Contributed by Rogér Baylon, Clean Energy Associates
Despite last year’s reinstatement of US tariffs on bifacial modules, solar developers are often considering bifacial modules for their utility-scale solar projects. But the promise of bifacials’ higher energy yield of 6% to 10% – or more – compared to traditional monofacial PERC technology comes at a higher dollar-per-watt module cost, as well as increased expenses for balance of system (BOS) and installation.
To truly understand whether selecting a bifacial module will bring more revenue over time, clients often ask CEA to make an apples-to-apples, levelized cost of energy (LCOE) comparison that takes into account project design, location, insolation, BOS, trackers, and many other factors.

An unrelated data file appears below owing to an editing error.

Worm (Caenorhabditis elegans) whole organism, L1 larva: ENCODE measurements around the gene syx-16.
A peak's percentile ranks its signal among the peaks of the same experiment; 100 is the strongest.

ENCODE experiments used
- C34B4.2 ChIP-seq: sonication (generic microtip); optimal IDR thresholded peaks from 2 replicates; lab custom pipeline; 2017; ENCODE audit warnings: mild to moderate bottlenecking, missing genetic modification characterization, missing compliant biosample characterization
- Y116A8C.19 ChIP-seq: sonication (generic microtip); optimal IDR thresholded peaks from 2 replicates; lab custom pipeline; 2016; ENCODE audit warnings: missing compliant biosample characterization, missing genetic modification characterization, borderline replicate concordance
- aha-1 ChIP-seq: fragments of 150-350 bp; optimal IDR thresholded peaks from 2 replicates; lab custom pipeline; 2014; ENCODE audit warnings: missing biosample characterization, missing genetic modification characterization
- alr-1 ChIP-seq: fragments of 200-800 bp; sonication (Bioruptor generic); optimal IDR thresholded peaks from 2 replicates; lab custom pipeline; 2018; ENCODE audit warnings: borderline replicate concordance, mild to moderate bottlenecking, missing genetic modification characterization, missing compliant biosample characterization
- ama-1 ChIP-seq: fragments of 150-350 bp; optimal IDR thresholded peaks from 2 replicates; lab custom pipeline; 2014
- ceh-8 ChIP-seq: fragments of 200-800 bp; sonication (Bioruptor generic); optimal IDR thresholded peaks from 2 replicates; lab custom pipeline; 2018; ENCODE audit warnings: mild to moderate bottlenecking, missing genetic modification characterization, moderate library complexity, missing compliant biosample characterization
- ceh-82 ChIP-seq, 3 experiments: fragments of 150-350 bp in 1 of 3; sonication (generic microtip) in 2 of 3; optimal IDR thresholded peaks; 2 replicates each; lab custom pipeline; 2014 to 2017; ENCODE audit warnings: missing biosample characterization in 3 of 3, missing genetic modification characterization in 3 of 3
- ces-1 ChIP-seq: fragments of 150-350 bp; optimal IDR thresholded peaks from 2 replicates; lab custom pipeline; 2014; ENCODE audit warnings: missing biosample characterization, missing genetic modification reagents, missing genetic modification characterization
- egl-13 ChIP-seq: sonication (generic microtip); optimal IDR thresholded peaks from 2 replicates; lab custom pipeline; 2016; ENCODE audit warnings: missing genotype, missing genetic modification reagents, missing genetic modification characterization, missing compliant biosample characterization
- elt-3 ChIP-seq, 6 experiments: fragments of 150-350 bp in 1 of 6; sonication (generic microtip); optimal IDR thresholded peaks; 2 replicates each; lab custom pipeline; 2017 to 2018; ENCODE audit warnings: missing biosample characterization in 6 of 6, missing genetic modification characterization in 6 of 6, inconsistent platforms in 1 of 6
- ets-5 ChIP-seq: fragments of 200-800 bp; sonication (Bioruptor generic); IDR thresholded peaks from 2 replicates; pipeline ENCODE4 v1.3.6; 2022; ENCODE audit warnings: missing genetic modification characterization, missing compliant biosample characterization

CEA’s approach to calculating the LCOE of different kinds of technologies and pricing is designed to account for a range of variables affecting system performance while providing a clear picture of the increased module value of bifacial systems. This same LCOE methodology can be used for comparing bifacial modules not only to mono PERC but also to the new crop of larger-format modules. However, this case study will focus on comparing bifacials to mono PERC modules.
Consider Which PV Technology is Best for You
Before calculating LCOE, the first step is to identify two to three solar module products that have already been assessed for quality, reliability, and bankability. This can be done by identifying some of the most widely used panels with a proven record of production in existing projects.
Second, consider the goal. For example, some clients may be making a large purchase of bifacial panels for different locations. On an LCOE basis, bifacials may be perfect for Massachusetts, where the reflexivity of white snow cover will take advantage of bifacials’ back side and generate more kilowatt-hours (kWh). However, bifacials may not be cost-effective for a similarly sized project in Hawaii, where